Each month members asked about the greening of their households, issues and solutions. Members were asked: Do you find that your diet is changing? If so, how is it changing and do you see more changes for the future?
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My diet is certainly changing. I have just joined a CSA, and cannot wait to being receiving our weekly box. I decided to finally take the plunge and make the initial investment, which is hard for everyone, but I am thrilled to be able to support my local organic farmers and easily provide healthy food for my household of myself, my boyfriend, and our 2 tiny dogs. Here's a hint I want to share with others who aren't quite ready to join a CSA yet, SOME CSA's provide a weekly menu plan and shopping list for items not included in your box. This is what sold me on it finally, because including this simple information makes cooking sustainable, healthy meals THAT much more accessible. Like everyone here, I am balancing a household, 2 part times jobs, and a full time graduate program. Its a double blessing!
Serving the Triangle region of North Carolina, the Mid-Chatham Farmers Alliance is a collaboration among Harland's Creek Farm [Judy Lessler], Wiseacre Farm [Laurie Heise], Clayton Orchard [Andy Clayton], Pine Knot Farm [Stanley Hughes], Cohen Farm [ Esta Cohen], Chapel Hill Creamery [Portia McKnight], and Roberson Creek Farm.
I am trying to grow what my family needs first, then go to farmers markets second, and grocery stores last. I also have 4 hens that provide more than enough eggs. They are pets and get hugs daily. Most meals are made at home...but the occasional meal out is nice sometimes.
In the past few years, I have definitely noticed myself eating less meat. I can't say it's been a conscious decision, but it's a welcome one. Eating less meat helps me save on my grocery bill, and lightens my carbon footprint as well. I might eat meat once every week or two. I focus more on fruits and veggies, grains, dairy, and plant-based proteins. That's just what my body seems to want, so I listen!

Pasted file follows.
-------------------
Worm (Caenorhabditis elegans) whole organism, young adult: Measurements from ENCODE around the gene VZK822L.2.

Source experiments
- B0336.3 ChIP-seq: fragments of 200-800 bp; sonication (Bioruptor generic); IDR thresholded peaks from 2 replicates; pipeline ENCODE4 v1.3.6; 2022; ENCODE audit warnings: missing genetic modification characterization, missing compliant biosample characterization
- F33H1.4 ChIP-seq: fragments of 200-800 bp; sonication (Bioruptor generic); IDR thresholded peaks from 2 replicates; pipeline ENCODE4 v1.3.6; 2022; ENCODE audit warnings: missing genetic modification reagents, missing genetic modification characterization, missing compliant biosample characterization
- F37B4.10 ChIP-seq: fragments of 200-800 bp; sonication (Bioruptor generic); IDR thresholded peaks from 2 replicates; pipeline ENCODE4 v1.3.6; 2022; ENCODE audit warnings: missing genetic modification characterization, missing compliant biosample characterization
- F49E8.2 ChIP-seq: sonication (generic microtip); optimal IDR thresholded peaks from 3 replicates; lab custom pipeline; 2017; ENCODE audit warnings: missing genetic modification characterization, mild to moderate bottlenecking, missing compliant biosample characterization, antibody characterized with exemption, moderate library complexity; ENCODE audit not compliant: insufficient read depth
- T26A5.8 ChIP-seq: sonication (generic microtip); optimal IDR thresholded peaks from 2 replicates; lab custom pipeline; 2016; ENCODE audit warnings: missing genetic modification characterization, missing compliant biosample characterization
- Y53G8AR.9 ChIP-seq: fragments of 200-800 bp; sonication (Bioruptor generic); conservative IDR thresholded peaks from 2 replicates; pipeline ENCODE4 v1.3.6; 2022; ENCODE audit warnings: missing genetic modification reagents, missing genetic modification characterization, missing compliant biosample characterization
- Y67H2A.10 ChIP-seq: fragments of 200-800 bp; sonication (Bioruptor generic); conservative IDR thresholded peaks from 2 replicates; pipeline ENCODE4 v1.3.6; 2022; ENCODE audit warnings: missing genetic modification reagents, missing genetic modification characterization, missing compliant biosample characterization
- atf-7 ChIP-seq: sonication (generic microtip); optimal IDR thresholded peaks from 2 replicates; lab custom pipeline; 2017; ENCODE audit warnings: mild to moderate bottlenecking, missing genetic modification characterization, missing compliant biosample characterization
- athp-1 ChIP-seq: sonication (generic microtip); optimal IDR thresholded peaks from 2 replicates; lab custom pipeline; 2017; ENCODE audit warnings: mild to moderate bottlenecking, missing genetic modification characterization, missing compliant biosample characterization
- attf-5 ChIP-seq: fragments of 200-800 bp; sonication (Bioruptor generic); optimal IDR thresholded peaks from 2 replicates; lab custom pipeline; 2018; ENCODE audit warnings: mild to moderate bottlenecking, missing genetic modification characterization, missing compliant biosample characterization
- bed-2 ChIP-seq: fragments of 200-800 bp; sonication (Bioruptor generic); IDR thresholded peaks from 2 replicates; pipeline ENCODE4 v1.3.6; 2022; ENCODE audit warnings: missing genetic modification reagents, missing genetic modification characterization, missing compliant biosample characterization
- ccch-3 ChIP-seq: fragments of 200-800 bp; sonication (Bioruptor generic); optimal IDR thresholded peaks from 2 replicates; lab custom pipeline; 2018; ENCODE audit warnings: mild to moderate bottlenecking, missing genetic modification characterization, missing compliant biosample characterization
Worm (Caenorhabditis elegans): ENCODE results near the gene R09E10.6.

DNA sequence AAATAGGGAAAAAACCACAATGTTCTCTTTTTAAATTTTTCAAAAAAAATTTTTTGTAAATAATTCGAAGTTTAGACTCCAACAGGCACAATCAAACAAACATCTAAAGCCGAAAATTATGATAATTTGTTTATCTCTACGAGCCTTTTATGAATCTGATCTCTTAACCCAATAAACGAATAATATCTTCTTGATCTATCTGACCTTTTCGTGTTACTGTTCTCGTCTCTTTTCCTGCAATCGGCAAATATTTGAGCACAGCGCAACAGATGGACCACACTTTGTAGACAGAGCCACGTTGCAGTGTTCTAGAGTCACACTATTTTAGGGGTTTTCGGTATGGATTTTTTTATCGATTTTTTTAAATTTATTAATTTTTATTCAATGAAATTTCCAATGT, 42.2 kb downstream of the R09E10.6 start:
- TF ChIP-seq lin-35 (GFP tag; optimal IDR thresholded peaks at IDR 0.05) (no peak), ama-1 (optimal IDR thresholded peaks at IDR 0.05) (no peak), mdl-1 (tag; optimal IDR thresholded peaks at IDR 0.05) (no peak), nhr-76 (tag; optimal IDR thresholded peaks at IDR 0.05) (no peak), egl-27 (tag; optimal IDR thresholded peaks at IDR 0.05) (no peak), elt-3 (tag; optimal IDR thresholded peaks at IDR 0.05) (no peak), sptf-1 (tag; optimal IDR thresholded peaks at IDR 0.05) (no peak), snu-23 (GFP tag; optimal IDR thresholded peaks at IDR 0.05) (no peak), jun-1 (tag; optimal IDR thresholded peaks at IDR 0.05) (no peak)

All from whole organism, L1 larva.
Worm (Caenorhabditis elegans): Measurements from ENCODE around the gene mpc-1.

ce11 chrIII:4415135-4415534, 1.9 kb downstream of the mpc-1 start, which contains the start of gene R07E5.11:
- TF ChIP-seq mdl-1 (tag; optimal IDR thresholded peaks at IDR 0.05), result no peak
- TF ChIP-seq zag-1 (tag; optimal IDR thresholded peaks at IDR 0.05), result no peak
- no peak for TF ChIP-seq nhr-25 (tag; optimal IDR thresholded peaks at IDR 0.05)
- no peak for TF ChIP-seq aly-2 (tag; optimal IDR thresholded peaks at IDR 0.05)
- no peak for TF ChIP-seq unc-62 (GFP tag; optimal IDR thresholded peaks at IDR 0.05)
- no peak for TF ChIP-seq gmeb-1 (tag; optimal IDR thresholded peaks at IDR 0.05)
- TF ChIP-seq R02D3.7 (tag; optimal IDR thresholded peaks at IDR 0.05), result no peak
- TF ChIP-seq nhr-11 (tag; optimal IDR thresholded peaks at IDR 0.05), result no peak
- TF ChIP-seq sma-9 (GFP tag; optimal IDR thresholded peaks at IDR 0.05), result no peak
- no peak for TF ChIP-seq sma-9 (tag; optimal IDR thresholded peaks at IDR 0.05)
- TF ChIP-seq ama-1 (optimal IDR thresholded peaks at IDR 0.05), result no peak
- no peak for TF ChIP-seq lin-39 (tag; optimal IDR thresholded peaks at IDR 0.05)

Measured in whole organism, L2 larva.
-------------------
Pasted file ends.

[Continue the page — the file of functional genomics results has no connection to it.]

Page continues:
I have been changing my diet over the last five years, first cutting back on animal proteins, in portion size as well as frequency of consumption. Gradually, I have eliminated nearly all processed foods, and focus on eating only whole foods. My fresh fruit, vegetable and whole grain consumption has increased dramatically. Many of my foods are eaten raw or cooked in a simple way, with a small amount of healthy oils as necessary. I anticipate making even more changes in the future, especially since my husband is now "on board" with this way of eating. I used to be a "cookie-holic" and now only eat them when I'm doing Christmas baking. These changes in eating habits have had great health benefits for me, not only feeling better, but seeing results in cholesterol levels as well as weight loss.
Our family has had huge dietary changes. For more than 20 years we were vegetarians. When my husband's kidneys failed that all changed. Dialysis drains the body of much iron and protein. We were urged to add Meat protein to our diet and we responded. In Connecticut there is a growing number of small livestock farmers. Almost all our meat comes from one of three local farms. We know the farmers, we even know the animals in some cases. Livestock that eats grass (as opposed to grains) produce meat high in unsaturated fat and low in saturated fat. The animals are raised humanely. We give our thanks.
Our diet changed when I became pregnant and more aware of the toxins in food. Since we've had our baby, my husband has become very aware of how food is processed and what if ant chemicals are in our regular food supply, including some organic fruits like bananas, scarily enough. We've learned how a lot of cereal companies use GMO grains and corn, even though they are promoted as natural. The Cornucopia institutes website has helped us a lot in learning a great deal.
Our diet is changing in that we don't necessarily eat different, but try to eat what we can grow ourselves, at least some. Last year I tried potatoes that came out great, and will do again this year, only much more. I have the garlic, which hopefully will amount to something. The of course planning on the tomatoes and various herbs this coming season. I also raised broilers last year, that we had for the winter. They were great. There is nothing better than eating something that you've grown or raised, and cared for yourself. If you raise meat animals, you know there are no nasty chemicals or medicines in them, and they really do taste different than the store bought. Same with veggies etc that you have grown yourself. You know the soil, and the seed you used, and no nasty fertilizers. We very rarely eat any red meat anymore. This spring we will hopefully have goats milk, which will be used as drinking milk, cheese, yogurt, kefir and many other goodies.